In-Home Care Costs Rising Faster Than Any Other Long-Term Care Setting

Home-based care is often lauded as an affordable — and preferable — alternative to skilled nursing care. But that characterization could be changing, as in-home care costs are skyrocketing to become more expensive than ever.

That’s according to the latest annual Genworth Cost of Care Survey released Wednesday. The survey tracks the cost of various forms of long-term care nationwide, including home care, home health, adult day services, assisted living and skilled nursing.

Specifically, the cost of nonmedical home care spiked more than 7.1% in 2019 compared to 2018, while the cost of medical home health services increased more than 4.5%. That brings the median monthly cost of full-time home care up to $4,290 and the median monthly cost of full-time home health care up to $4,385.

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It’s worth noting that few seniors require full-time home-based care, which equates to 44 hours per week, based on Genworth’s calculations.

Regardless, the cost of nursing home care rose far less dramatically.

It saw an increase of just over 1.8%. That equates to a median monthly rent of $7,513 for a semi-private nursing home room and $8,517 for a private room, according to the 2019 survey.

To compile 2019 findings, researchers contacted nearly 54,000 long-term care providers, 15,178 of whom completed surveys with information on their pricing.

While full-time home care still remains just half as pricey as nursing home care, the concern is that costs will continue to increase unsustainably, ultimately pricing seniors out of aging at home — the setting they’d most prefer.

Why the spike?

Genworth identified the caregiver shortage as a major catalyst behind the rising cost of home-based care.

That should come as no surprise to those who know the industry well. In 2018, turnover in the home care industry specifically reached an all-time high of 82%.

Increase in demand is part of the problem, with the senior population growing at an unprecedented rate. In fact, the U.S. Department of Labor estimates the need for home health aides and caregivers will increase 36% in the next 10 years.

On top of that, in-home care providers are grappling with a tight labor market, rising minimum wage and the discharge of patients from hospitals sooner and sicker than ever before, among other pain points.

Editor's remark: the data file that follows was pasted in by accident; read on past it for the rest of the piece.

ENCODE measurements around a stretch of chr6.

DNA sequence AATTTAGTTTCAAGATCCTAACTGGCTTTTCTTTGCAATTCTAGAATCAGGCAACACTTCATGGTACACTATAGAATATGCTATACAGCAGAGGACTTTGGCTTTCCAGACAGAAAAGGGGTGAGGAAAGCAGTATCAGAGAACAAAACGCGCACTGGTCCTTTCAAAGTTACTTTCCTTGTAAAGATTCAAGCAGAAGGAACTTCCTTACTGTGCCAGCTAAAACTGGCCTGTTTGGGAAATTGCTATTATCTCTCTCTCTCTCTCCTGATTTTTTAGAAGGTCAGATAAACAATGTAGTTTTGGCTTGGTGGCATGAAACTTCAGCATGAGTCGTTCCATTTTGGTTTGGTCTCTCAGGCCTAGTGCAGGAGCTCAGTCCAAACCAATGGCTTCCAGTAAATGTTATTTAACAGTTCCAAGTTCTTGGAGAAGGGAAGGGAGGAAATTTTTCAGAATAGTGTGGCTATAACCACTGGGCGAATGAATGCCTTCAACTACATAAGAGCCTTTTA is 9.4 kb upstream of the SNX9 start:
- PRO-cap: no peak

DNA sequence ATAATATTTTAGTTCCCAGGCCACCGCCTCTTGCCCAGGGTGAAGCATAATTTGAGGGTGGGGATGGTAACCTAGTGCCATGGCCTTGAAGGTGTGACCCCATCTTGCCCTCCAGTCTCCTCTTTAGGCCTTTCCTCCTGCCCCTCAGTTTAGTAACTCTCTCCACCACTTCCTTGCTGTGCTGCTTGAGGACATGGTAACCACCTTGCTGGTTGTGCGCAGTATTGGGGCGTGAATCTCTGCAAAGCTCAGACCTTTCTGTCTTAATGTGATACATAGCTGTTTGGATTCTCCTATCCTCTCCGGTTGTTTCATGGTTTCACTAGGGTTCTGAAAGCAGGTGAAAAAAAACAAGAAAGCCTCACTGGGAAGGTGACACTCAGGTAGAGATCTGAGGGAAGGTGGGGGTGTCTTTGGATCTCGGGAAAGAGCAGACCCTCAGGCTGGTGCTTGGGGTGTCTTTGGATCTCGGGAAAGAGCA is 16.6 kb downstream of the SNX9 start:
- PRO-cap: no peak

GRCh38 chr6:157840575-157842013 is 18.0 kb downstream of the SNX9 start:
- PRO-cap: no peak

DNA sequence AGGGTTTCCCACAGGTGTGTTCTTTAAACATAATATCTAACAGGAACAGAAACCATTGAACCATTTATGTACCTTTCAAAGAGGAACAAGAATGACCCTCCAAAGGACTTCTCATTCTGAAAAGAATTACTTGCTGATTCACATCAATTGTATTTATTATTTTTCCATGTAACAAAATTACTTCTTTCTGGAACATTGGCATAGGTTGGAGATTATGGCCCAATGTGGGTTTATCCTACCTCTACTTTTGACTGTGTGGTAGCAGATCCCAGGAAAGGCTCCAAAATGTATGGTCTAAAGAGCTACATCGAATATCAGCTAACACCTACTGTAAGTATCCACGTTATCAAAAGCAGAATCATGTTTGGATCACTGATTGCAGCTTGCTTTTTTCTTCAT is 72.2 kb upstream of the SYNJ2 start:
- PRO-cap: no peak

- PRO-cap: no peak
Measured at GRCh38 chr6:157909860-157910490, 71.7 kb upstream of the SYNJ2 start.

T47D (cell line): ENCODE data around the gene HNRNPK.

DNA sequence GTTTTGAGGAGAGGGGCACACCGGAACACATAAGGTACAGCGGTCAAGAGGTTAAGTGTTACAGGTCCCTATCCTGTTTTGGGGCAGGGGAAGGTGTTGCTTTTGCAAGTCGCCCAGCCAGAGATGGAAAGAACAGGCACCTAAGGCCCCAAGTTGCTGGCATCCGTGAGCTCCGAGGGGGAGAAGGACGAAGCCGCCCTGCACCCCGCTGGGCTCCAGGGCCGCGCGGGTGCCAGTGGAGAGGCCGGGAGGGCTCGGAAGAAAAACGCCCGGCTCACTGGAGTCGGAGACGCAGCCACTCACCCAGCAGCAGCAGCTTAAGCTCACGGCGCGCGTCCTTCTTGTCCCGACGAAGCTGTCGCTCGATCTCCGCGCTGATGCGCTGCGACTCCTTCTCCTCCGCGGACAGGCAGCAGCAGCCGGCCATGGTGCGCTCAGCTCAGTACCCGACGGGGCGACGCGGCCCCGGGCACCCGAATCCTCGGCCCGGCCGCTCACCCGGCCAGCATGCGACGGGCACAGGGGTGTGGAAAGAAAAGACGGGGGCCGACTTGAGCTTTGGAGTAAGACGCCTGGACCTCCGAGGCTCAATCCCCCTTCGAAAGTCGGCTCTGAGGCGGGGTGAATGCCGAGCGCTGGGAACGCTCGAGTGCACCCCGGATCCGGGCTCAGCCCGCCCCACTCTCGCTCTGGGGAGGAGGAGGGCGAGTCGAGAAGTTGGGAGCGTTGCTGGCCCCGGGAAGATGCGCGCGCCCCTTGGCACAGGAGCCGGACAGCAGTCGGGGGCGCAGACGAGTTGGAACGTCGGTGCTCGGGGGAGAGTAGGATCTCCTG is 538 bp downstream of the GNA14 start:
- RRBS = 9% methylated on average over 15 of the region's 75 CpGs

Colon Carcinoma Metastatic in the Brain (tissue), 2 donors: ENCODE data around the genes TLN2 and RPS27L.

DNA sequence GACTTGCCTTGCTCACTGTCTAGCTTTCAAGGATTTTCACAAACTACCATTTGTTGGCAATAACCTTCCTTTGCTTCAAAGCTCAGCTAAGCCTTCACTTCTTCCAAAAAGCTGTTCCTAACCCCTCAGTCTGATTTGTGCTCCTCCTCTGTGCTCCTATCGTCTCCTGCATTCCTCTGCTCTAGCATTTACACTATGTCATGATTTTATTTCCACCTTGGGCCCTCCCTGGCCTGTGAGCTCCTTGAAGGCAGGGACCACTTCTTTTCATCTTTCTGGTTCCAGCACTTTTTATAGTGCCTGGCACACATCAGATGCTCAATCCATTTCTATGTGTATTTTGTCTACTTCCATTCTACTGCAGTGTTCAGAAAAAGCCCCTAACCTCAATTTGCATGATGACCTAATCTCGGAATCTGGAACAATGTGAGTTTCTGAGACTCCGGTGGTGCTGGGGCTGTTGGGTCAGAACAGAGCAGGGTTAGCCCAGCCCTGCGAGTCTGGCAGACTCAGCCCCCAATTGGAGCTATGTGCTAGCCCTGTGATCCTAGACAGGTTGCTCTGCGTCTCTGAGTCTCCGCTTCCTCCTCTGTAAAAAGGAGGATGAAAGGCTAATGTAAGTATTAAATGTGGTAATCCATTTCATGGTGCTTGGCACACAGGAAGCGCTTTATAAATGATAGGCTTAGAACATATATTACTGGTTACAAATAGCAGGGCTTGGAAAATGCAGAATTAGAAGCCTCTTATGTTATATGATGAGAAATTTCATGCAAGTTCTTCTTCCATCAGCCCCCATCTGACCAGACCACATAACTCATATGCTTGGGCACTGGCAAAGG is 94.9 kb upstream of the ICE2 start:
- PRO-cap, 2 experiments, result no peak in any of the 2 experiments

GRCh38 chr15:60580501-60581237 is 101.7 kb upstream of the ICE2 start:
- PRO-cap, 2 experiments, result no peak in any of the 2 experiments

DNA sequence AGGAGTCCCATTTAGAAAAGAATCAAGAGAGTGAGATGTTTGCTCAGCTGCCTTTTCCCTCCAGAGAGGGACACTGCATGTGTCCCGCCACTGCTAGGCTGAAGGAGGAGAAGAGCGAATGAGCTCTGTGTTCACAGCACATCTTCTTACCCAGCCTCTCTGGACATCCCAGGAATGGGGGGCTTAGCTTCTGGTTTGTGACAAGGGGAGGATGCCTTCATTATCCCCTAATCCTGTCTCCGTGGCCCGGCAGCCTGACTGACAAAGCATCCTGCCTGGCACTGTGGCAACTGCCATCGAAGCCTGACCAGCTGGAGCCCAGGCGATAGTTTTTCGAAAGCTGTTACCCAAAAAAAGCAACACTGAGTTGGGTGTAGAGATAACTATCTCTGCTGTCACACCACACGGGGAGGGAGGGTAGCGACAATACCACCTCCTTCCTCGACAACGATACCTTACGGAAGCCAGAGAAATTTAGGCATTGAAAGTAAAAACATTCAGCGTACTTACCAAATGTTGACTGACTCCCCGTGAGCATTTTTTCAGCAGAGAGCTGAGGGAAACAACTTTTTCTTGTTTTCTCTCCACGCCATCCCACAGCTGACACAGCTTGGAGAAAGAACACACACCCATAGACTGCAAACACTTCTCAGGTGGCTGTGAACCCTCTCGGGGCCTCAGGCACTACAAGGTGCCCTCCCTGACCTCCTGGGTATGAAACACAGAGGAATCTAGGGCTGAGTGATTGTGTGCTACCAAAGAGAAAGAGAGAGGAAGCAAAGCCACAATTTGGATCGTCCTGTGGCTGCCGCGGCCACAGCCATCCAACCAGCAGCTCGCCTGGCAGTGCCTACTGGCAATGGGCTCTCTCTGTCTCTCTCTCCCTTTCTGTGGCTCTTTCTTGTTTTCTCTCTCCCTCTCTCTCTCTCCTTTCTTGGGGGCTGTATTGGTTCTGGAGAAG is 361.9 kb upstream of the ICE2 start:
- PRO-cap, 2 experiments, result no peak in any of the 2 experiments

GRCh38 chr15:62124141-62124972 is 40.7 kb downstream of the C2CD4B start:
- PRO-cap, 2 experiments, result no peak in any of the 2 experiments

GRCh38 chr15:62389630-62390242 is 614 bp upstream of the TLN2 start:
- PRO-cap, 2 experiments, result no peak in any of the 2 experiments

“Non-medical agencies are now competing with hospitals, assisted living facilities and other service-based industries by offering higher pay and benefits, which ultimately drives up the cost of providing in-home care services,” Tafa Jefferson, founder and CEO of Amada Senior Care, said in a press release announcing the news.

Orange County, California-based Amada is home care provider with corporate and franchise locations in 39 states. Like others in the industry, the provider is experiencing fierce competition for home care workers.

“Thanks to advancements in mobile technology and recruitment techniques, these highly sought-after care professionals have instant access and exposure to job offers, in many cases, up to three new opportunities a week,” Jefferson said. “As a result, these mostly part-time workers may be working with multiple agencies, accepting jobs that best meet their schedules.”

Less expensive alternative

Adult day centers were the least expensive care sites included in Genworth’s 2019 survey.

They posted a much lower median monthly costs than their home-based counterparts, with adult day services coming in at $1,625. However, much like home-based care, adult day services also saw a dramatic year-over-year price spike in 2019 of just under 4.2%.

Still, with their competitive price tag, adult day services are often considered home care’s biggest competitor. Similar to day car for children, the service allows several seniors to spend the day socializing with each other while being cared for by one or few caregivers.

Not only does adult day care give seniors access to more affordable care, but the model also allows for staffing efficiencies, which are becoming increasingly important as the caregiver crisis worsens.

To boot, it delivers some of the same great outcomes home-based care is often lauded for, according to SarahCare CEO Merle Griff.

Canton, Ohio-based SarahCare is one of the biggest adult day services providers in the country, with nearly 40 centers in 13 states.
“The benefits of [adult day services] are great,” Griff said earlier this year at a conference. “We have decreased hospital readmissions, less emergency room visits, and improved physical and emotional care for [patients].”

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